Americans love a success story, particularly one that seems to represent their I have cheerfully consented to prefix a few words introductory to this autobiography. While I have encouraged its publication, not a sentence has been submitted to my examination. From my intimate acquaintance with the subject, because of my connection with the Peabody and the Slater Education Funds, I am sure the volume has such a strong claim upon the people that no commendation is needed.
The life of Booker T. Washington cannot be written. Incidents of birth, parentage, schooling, early struggles, later triumphs, may be detailed with accuracy, but the life has been so incorporated, transfused, into such a multitude Many requests have been made of me to write something of the story of my life.
Until recently I have never given much consideration to these requests, for the reason that I have never thought that I had done enough in the world to warrant anything in the way of an autobiography; and I hope that my life work, by reason of my present age, lies more in the future than in the past. My daughter, Portia, said to me, not long ago: We began life in West Virginia in a little shanty, and lived in it for several years.
My step-father soon obtained work for my brother John and myself in the salt furnaces and coal mines, and we worked alternately in them until about the year Soon after we reached West Virginia a school teacher, Mr. William Davis, came into the community, and the colored people induced him to open a school.
My step-father was not able to spare me from work, so that I could attend this school, when it was first opened, and this proved a sore disappointment After my mother and brother John had secured me a few extra garments, with what I could provide for myself, I started for Hampton about the first of October, How long I was on this journey I have at this time no very definite idea.
Part of the way I went by railroad and part in a stage and part on foot. I remember that, when I got as far as Richmond, Virginia, I was completely out of money and knew not a single person in the city. Besides, I had never been in a city before. In the fall of I returned to Malden and was elected as the teacher in the school at Malden, the first school that I ever attended.
I taught this school for three years. The thing that I recall most pleasantly in connection with my teaching was the fact that I induced several of my pupils to go to Hampton and most of them have become strong and useful men.
One of them, Dr. Courtney, is now a successful physician in Boston and a member of the Boston Board of Education. While teaching I insisted that each pupil Before starting for Tuskegee I found it almost impossible to find the town on any map, and had difficulty in learning its exact location. I reached Tuskegee about the middle of June, The county in which Tuskegee is located is named Macon. After the school had been in session in the old church and little shanty for several months, I began to see the necessity of having a permanent location for the institution, where we could have the students not only in their class rooms, but get hold of them in their home life, and teach them how to take care of their bodies in the matter of bathing, care of the teeth, and in general cleanliness.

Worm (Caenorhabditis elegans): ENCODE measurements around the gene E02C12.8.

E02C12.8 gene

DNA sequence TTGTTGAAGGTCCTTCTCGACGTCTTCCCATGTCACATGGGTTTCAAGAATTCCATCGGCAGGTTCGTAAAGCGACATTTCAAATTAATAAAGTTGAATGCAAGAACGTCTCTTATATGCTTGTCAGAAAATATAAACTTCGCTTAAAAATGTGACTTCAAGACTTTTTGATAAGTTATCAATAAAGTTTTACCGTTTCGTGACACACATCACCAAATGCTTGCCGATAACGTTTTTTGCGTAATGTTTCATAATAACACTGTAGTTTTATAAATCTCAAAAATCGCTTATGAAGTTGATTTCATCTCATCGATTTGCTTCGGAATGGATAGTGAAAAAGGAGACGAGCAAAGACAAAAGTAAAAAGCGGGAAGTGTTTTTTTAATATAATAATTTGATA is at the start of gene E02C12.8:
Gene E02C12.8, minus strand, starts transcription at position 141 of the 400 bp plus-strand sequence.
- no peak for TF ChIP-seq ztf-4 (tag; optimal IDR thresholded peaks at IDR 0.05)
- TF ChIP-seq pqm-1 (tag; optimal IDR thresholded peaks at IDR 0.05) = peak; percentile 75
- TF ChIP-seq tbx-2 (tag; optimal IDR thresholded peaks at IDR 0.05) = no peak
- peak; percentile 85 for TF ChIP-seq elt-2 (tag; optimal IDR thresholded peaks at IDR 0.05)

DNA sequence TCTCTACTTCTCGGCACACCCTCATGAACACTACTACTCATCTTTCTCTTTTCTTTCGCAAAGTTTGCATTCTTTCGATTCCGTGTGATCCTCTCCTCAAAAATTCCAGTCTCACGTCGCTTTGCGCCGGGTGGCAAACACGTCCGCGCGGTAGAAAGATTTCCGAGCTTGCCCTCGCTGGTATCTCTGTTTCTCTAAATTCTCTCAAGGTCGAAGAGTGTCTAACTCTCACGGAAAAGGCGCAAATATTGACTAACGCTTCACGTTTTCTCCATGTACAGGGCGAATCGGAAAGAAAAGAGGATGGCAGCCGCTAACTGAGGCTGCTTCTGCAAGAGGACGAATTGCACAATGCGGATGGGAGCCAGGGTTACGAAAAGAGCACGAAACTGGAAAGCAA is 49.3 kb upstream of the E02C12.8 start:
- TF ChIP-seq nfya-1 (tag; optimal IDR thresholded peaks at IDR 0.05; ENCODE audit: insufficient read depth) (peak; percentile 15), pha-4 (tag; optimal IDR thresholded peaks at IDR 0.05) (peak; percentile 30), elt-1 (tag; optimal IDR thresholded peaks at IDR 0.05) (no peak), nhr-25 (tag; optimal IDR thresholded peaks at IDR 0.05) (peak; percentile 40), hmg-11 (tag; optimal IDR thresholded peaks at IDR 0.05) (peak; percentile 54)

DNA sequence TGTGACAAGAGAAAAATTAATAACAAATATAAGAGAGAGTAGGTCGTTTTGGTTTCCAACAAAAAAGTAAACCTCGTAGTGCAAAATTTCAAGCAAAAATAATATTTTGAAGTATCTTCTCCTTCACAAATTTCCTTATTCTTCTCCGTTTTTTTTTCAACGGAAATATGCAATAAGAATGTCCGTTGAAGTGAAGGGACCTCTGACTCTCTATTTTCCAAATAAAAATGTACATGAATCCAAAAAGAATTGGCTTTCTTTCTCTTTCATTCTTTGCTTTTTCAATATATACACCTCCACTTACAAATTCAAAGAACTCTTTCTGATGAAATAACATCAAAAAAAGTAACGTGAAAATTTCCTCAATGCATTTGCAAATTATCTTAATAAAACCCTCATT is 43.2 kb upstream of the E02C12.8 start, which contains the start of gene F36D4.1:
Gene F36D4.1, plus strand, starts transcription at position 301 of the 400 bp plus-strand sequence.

We also felt that we must not only teach the students how to prepare their food but how to serve and eat it properly. Soon after securing possession of the farm we set about putting it into a condition so that a crop of some kind might be secured from it during the next year. At the close of school hours each afternoon, I would call for volunteers to take their axes and go into the woods to assist in clearing up the grounds.
The students were most anxious to give their service in this way, and very soon a large acreage was put into condition for cultivation. We had no horse or mule with which to begin the cultivation of the farm. From to , while comparatively little was heard of the school in the public press, yet that was a period of constant and solid growth.
In the enrollment was In the enrollment had increased to , and 54 officers and teachers were employed. Besides the growth in the number of students and instructors, there had also been quite an increase in the number of buildings, and in every way the students were made more comfortable in their surroundings.
By we had upon the school grounds 30 buildings of various kinds and sizes, practically all built In the spring of I was rather pleasantly surprised by receiving an invitation from the Fisk University Lecture Bureau, in Nashville, Tennessee, to deliver a lecture before this Bureau. Edgar Webber was the president and presided at the meeting when I spoke. This was among the first addresses which I had delivered in the South that was fully reported by the Southern press. A full description of the meeting was given by the Nashville Daily American and the Nashville Banner , and papers throughout many portions of the South contained editorials based upon this address.
It was also my So much has been said and written concerning the address which I delivered at the opening of the Atlanta Exposition in September, , that it may not be out of place for me to explain in some detail how and why I received the invitation to deliver this address. In the spring of I received a telegram at Tuskegee from prominent citizens in Atlanta asking me to accompany a committee composed of Atlanta people—all white, I think, except Bishop Gaines and Bishop Grant—to Washington to appear before the Committee on Appropriations for the purpose of inducing Congress While the Atlanta Exposition was in progress, the State Constitutional Convention of South Carolina was in session, having been convened for the specific purpose of passing a law that would result in disfranchising the greater proportion of the Negro voters.